October 12, 2012

From Skulls and Scans (Monge & Aguirre @ Penn)

An interesting talk on the uses and abuses of science.


I find this excerpt particularly offensive to my open science sensibilities (29:40 ff):
We were able to, after 10 years, actually get it published in PLoS Biology, took us 10 years, yeah, we were rejected every single place that we ever sent the manuscript. I find that interesting too, and we even had editors say to us that they didn't want to say anything against Stephen J Gould. Isn't that interesting?
Interesting indeed. As I wrote in my review of the Lewis et al. (2011) paper on the Gould vs. Morton affair:
It is remarkable that 30 years after the Mismeasurement of Man Gould's errors are uncovered. Why did it take so long? While one could understand why the (totally unfounded but -on the surface- plausible) idea of measurement bias could have gone unnoticed until someone actually re-measured the skulls, but the statistical error that Gould committed was there for anyone to see.
We now know why it took at least 10 out of these 30 years: stuck in journal limbo.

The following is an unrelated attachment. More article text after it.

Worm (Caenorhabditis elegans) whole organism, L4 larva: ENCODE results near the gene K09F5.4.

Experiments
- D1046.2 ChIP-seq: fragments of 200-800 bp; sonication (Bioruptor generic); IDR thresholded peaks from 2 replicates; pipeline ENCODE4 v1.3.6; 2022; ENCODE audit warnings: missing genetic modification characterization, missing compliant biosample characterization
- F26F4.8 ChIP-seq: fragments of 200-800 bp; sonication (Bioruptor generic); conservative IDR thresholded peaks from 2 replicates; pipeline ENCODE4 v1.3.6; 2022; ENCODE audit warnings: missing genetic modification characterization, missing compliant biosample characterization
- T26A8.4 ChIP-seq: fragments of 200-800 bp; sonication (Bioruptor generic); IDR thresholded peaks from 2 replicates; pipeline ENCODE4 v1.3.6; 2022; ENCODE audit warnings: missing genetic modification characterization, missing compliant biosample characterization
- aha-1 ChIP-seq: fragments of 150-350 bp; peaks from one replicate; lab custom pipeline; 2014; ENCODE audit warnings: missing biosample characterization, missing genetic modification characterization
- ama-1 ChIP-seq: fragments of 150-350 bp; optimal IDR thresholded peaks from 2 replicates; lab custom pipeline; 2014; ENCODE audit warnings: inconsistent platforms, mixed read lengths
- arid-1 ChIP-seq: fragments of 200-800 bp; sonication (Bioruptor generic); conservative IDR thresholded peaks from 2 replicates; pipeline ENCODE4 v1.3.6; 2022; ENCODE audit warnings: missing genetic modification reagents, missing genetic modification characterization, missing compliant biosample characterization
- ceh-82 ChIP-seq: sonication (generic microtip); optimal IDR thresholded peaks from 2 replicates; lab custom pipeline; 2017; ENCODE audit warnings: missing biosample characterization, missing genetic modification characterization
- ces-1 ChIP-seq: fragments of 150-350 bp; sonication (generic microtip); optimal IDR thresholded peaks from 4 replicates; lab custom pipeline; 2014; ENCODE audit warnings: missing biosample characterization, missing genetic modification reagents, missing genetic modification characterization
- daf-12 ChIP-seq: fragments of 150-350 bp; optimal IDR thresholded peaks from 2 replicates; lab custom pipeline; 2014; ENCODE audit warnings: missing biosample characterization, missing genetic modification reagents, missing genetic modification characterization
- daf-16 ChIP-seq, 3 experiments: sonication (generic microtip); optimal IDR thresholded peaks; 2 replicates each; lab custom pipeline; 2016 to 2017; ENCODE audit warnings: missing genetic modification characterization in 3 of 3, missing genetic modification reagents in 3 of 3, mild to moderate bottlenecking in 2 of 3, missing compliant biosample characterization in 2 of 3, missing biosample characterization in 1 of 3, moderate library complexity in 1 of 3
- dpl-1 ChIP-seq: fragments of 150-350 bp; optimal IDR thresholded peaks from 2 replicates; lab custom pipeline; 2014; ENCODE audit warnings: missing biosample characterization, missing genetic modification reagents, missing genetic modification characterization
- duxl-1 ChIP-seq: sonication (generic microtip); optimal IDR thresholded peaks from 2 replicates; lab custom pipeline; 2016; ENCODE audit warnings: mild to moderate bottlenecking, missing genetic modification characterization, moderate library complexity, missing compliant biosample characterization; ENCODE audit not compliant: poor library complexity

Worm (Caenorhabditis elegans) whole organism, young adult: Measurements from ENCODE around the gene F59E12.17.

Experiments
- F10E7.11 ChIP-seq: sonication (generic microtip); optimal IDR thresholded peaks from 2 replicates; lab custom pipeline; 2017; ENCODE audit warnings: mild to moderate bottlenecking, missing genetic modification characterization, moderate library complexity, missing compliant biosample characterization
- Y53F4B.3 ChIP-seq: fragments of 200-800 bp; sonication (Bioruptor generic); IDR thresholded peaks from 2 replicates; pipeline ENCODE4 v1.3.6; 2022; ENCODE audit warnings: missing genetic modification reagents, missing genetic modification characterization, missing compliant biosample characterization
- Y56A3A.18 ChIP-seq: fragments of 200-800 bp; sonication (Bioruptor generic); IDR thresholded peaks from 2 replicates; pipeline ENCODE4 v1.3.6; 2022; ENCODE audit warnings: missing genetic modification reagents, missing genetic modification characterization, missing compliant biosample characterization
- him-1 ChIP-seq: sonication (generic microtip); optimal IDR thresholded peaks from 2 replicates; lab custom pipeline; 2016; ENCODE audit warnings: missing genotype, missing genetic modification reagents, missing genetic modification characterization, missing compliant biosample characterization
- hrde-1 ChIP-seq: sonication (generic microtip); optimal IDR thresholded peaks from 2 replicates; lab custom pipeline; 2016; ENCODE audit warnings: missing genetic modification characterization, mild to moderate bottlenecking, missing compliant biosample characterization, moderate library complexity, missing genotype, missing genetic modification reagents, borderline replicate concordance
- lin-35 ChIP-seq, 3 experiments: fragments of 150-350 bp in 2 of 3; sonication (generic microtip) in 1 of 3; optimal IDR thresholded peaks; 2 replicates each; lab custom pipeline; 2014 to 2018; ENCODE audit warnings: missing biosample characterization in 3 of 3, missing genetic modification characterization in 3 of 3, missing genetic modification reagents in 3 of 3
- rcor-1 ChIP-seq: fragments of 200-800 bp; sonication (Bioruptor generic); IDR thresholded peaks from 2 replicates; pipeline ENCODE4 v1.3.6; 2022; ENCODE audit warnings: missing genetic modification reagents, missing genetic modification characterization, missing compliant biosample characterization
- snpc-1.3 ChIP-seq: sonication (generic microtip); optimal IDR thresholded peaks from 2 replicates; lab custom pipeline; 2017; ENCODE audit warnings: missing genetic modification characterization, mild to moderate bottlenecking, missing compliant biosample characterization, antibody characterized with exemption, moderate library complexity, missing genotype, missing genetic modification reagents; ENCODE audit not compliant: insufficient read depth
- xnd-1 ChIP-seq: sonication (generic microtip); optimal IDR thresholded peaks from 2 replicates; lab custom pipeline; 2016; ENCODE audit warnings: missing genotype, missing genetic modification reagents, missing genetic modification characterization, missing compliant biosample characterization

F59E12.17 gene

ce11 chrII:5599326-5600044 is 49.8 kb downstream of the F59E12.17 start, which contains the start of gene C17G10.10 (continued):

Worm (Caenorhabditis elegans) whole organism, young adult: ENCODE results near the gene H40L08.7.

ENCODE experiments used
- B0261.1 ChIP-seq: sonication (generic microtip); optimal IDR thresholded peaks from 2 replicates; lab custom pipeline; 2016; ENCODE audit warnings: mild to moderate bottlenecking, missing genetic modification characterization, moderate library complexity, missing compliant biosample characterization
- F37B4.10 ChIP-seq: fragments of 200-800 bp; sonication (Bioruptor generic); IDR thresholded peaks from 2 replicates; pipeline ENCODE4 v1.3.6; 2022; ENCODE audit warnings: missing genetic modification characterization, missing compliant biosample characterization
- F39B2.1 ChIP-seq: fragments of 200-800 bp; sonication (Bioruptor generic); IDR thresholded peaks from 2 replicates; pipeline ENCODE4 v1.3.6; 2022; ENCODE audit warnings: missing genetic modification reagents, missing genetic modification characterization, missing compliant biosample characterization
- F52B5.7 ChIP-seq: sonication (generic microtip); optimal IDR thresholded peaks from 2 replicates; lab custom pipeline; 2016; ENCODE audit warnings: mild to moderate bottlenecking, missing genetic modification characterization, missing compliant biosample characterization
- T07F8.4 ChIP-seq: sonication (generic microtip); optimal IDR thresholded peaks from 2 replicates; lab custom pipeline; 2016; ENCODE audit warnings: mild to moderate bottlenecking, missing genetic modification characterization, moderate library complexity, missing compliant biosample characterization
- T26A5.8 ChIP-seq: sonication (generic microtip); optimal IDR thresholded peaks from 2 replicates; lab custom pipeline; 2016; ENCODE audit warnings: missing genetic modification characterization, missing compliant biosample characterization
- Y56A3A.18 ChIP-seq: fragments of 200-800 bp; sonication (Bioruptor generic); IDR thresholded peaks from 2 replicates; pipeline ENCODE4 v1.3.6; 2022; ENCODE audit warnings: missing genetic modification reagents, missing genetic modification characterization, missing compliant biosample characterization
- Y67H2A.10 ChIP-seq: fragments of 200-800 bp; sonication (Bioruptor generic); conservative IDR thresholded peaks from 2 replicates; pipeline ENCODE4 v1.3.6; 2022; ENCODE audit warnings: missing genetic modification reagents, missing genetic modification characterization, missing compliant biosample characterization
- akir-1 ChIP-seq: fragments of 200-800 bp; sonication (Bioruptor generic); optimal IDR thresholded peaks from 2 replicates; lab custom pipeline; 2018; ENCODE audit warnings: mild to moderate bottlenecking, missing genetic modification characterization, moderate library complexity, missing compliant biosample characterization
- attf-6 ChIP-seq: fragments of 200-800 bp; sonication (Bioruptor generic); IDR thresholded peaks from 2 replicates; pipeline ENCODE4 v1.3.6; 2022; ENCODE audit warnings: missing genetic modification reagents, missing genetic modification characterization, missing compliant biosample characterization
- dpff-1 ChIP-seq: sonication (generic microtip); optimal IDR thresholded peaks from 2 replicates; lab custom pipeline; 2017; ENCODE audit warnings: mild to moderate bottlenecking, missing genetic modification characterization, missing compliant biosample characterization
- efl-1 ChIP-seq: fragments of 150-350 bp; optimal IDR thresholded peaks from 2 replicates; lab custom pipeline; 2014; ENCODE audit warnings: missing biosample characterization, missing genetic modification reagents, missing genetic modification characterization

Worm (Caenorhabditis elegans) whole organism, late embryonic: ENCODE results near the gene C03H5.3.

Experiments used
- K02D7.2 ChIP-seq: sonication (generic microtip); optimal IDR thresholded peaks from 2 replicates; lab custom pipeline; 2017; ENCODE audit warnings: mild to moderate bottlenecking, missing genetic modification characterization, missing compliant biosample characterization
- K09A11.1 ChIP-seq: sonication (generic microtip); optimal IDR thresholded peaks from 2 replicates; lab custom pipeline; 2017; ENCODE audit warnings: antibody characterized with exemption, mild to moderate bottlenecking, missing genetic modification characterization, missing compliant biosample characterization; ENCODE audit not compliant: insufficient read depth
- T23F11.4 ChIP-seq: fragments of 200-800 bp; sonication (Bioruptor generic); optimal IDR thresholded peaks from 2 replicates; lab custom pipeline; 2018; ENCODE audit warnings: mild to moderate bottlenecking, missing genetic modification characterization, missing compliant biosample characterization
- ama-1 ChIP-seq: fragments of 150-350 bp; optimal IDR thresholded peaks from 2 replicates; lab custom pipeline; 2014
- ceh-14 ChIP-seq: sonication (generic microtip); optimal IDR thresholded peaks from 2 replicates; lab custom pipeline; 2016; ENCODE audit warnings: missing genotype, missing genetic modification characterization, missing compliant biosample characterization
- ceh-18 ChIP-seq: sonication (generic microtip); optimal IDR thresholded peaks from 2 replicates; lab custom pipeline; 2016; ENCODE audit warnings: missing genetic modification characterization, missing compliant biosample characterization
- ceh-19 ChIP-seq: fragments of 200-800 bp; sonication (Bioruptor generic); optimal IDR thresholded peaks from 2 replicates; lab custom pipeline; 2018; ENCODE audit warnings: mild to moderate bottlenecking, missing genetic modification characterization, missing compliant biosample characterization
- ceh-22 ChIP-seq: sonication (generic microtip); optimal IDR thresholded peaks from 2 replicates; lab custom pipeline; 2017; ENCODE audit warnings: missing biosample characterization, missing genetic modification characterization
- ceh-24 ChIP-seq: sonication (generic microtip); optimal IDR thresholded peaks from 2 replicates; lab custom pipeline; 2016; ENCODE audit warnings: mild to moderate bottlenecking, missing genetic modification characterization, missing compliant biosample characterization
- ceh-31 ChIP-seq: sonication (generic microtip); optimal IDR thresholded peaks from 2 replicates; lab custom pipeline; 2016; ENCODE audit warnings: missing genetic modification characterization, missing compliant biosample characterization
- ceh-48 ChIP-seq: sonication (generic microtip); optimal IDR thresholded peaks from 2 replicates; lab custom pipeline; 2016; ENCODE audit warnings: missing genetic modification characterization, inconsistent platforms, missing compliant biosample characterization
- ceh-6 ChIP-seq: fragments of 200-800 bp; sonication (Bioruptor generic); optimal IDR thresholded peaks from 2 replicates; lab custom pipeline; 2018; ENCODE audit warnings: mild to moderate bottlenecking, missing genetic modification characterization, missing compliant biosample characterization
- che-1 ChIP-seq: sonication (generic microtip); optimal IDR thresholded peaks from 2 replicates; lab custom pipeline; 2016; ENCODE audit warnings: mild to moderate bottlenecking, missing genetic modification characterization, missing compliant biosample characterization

1 comment:

M said...

Steve Hsu noted a similar situation in a recent post:

"Then Assistant Professor HoSang once publicly stated (during a social science seminar at Oregon I attended) that he would "do everything in his power" to oppose another (Sociology) faculty member's effort to explain recent genetic results to the broader field. I found this statement so odd that it stuck in my memory. The paper that elicited the threat is published here. The story behind the publication of the paper (which took something like 4 years; I have read the actual referee reports), by a faculty member who has held tenured positions at both Oregon and Dartmouth, is shocking and contributed to my comments in the last paragraph above."

Greg Cochran recounts difficulties getting the ashkenazi intelligence paper published here. here.